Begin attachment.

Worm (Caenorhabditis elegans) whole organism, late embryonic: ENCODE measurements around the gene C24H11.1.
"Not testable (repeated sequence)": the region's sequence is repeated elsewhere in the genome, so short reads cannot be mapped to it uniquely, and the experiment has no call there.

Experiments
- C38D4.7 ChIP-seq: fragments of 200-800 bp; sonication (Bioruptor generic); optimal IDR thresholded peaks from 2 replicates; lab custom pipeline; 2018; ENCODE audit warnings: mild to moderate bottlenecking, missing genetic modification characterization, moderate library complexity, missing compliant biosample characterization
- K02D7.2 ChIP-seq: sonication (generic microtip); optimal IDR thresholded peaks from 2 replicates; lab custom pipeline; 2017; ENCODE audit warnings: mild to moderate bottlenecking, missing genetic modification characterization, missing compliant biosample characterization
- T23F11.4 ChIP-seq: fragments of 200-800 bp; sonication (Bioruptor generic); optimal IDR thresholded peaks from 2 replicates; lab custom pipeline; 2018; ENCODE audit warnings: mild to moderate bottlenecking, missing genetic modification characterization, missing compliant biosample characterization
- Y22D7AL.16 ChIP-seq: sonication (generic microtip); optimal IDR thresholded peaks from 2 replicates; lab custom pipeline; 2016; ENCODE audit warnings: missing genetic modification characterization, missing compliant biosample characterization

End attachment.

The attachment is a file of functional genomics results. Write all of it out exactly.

Worm (Caenorhabditis elegans) whole organism, late embryonic: ENCODE measurements around the gene C24H11.1.
"Not testable (repeated sequence)": the region's sequence is repeated elsewhere in the genome, so short reads cannot be mapped to it uniquely, and the experiment has no call there.

Experiments
- C38D4.7 ChIP-seq: fragments of 200-800 bp; sonication (Bioruptor generic); optimal IDR thresholded peaks from 2 replicates; lab custom pipeline; 2018; ENCODE audit warnings: mild to moderate bottlenecking, missing genetic modification characterization, moderate library complexity, missing compliant biosample characterization
- K02D7.2 ChIP-seq: sonication (generic microtip); optimal IDR thresholded peaks from 2 replicates; lab custom pipeline; 2017; ENCODE audit warnings: mild to moderate bottlenecking, missing genetic modification characterization, missing compliant biosample characterization
- T23F11.4 ChIP-seq: fragments of 200-800 bp; sonication (Bioruptor generic); optimal IDR thresholded peaks from 2 replicates; lab custom pipeline; 2018; ENCODE audit warnings: mild to moderate bottlenecking, missing genetic modification characterization, missing compliant biosample characterization
- Y22D7AL.16 ChIP-seq: sonication (generic microtip); optimal IDR thresholded peaks from 2 replicates; lab custom pipeline; 2016; ENCODE audit warnings: missing genetic modification characterization, missing compliant biosample characterization